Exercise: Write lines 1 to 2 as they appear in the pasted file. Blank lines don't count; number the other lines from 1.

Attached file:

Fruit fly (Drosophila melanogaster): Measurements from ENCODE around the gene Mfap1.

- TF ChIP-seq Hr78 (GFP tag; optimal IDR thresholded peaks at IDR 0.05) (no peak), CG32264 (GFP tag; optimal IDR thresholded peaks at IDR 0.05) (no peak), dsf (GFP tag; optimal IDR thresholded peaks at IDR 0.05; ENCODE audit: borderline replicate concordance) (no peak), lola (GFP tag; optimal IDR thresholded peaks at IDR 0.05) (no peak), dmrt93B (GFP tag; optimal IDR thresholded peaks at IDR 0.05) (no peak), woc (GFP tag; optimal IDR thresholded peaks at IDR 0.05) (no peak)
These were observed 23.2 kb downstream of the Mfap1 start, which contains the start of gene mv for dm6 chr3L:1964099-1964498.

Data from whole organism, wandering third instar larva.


Fruit fly (Drosophila melanogaster): Measurements from ENCODE around the gene Mfap1.

- TF ChIP-seq Hr78 (GFP tag; optimal IDR thresholded peaks at IDR 0.05) (no peak), CG32264 (GFP tag; optimal IDR thresholded peaks at IDR 0.05) (no peak), dsf (GFP tag; optimal IDR thresholded peaks at IDR 0.05; ENCODE audit: borderline replicate concordance) (no peak), lola (GFP tag; optimal IDR thresholded peaks at IDR 0.05) (no peak), dmrt93B (GFP tag; optimal IDR thresholded peaks at IDR 0.05) (no peak), woc (GFP tag; optimal IDR thresholded peaks at IDR 0.05) (no peak)